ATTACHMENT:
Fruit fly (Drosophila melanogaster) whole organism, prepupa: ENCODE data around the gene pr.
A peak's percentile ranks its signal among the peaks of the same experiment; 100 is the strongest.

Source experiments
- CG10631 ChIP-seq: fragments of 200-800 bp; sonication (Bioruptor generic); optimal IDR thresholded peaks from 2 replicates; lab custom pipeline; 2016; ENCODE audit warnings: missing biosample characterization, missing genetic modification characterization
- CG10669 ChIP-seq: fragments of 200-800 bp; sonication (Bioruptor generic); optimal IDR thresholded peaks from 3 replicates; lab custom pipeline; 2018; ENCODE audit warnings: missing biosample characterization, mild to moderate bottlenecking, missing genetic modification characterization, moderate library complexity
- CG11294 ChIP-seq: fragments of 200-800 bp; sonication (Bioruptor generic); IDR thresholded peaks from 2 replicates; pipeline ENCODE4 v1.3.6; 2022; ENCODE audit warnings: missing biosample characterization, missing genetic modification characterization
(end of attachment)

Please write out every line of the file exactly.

Fruit fly (Drosophila melanogaster) whole organism, prepupa: ENCODE data around the gene pr.
A peak's percentile ranks its signal among the peaks of the same experiment; 100 is the strongest.

Source experiments
- CG10631 ChIP-seq: fragments of 200-800 bp; sonication (Bioruptor generic); optimal IDR thresholded peaks from 2 replicates; lab custom pipeline; 2016; ENCODE audit warnings: missing biosample characterization, missing genetic modification characterization
- CG10669 ChIP-seq: fragments of 200-800 bp; sonication (Bioruptor generic); optimal IDR thresholded peaks from 3 replicates; lab custom pipeline; 2018; ENCODE audit warnings: missing biosample characterization, mild to moderate bottlenecking, missing genetic modification characterization, moderate library complexity
- CG11294 ChIP-seq: fragments of 200-800 bp; sonication (Bioruptor generic); IDR thresholded peaks from 2 replicates; pipeline ENCODE4 v1.3.6; 2022; ENCODE audit warnings: missing biosample characterization, missing genetic modification characterization